||Documentation from the police indicating that the student has reported a crime; an insurance claim, or medical report.|
||A letter from Disability Services.|
||Evidence of a major transportation incident, or a letter from the relevant transport company confirming the nature of the delay. Evidence will also be required that the circumstances described affected the student in question.|
||Evidence showing that the interview date cannot be rearranged.|
||A letter from a solicitor or a court.|
||A letter from a student support practitioner, counsellor, religious leader, or other professional third party directly confirming that, in their professional opinion, the circumstances have had a serious impact on the student’s ability to engage in assessment activities.|
Note: The timing and nature of the above circumstances should have adversely affected your performance on the assessment(s) for which you are claiming mitigating circumstances.
The following never qualify as exceptional circumstances:
1. Loss of work not backed up or printing problems
2. Accidental submission of an incorrect document (e.g. an assignment from another module or an incomplete earlier draft of the assignment)
3. In the event of electronic submission, the following will not be accepted as exceptional circumstances:
a. the student submits the wrong file type or a corrupted file;
b. the student begins their upload after the deadline has passed;
c. a claim of technical issues on behalf of the University with no proof of an error message/ system failure on either the VLE or the University network.
4. Misreading of the examination timetable
5. English not being a first language
6. Deadlines for work or exams being set close together
The following are not normally regarded as exceptional :
2. Constraints arising from paid employment (FT students)
4. Relationship breakdown
5. Moving house
6. Disabilities for which reasonable adjustments have been made
7. Financial difficulties
8. Planned health appointments
9. For an electronic submission of an assessment, a delay of up to 30 minutes between starting and completing the file upload process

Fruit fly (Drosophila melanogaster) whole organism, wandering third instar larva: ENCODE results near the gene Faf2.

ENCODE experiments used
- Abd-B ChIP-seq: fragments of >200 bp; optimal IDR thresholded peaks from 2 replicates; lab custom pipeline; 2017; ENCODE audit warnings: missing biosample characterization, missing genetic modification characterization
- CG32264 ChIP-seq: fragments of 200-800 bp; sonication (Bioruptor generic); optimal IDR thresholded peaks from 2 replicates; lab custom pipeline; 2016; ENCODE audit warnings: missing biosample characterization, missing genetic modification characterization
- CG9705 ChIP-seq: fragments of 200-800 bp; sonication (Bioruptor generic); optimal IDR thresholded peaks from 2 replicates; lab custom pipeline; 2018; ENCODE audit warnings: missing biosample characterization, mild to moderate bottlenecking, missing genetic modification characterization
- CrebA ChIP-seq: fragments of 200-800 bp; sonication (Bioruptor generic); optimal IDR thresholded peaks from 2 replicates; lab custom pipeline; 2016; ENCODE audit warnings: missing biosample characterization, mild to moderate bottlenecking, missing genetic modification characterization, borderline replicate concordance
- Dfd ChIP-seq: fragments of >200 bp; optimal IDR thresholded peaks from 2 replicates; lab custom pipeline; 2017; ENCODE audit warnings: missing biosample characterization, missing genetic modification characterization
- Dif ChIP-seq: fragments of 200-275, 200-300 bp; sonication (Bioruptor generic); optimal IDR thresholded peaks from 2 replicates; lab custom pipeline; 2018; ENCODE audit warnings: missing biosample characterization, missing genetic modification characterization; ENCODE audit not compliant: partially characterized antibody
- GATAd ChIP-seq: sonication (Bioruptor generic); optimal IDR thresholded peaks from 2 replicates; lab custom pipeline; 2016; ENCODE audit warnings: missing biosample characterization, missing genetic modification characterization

The following examples are indicative but not exhaustive.
i. You have not submitted your claim within seven days of the assessment, and have not provided or evidenced good reason for failing to do so.
ii. The full information required by the exceptional circumstances form is incomplete.
iii. No independent documentary evidence has been supplied to support the request (letters from family, fellow students or academic supervisors are not normally sufficient on their own but may be submitted in addition to independent third party evidence).
iv. The timing of the circumstances cited would not have adversely affected the assessment(s).
v. The nature of the circumstances cited is not over and above the normal difficulties experienced in life.
vi. Sufficient adjustment has already been made for the same circumstances; the evidence has already been used to support adjustment for the same assessment and no new evidence has been provided.
vii. The circumstances in question relate to a disability for which reasonable adjustments have been made but which you have not engaged with to a reasonable extent. For example where mentoring or specialist tuition is provided and agreed but for which the student decides not to attend.
viii. The claim is submitted after the assessment marks have been ratified by the Board of Examiners. Claims submitted after ratification cannot be considered by an ECA Committee. Such claims must be considered as formal University appeals.
If the Board of Studies had not yet received the recommendation of the ECA Committee you can ask the Board to consider your appeal. You should write to the Chair of the Board of Studies stating why you think the ECA Committee has reached the wrong decision in your case.
To be accepted, you must make your appeal within 28 calendar days of being notified of the decision.
If the Board of Studies has already received and approved the ECA Committee's recommendation you will need to appeal to the Special Cases Committee. You should write to the Special Cases administrator stating why you think the ECA Committee has reached the wrong decision in your case. You should do this within 10 calendar days of receiving notice of the ECA Committee's decision.
Information and advice on appeals is available from:
University's Academic Appeals Regulations can be found online here.
You should submit the form via e-mail.
Even if you are taken ill on the Friday evening before a long Bank Holiday you can still download the forms and start to complete them and begin to assemble your supporting evidence. Any emergency treatment or hospital admission can be vouched for by notifications issued by the medical staff. You can ask doctors or other practitioners for statements and be ready to book appointments as soon as the holiday period or weekend are over. None of this preparatory work is dependent on the department office being open and staff being available to assist you. It is not reasonable to expect members of staff to respond to e-mails over a weekend or holiday and the lack of a response will not be accepted as an excuse for failing to take sensible and reasonable steps to cover your claim for mitigating circumstances.
Who to contact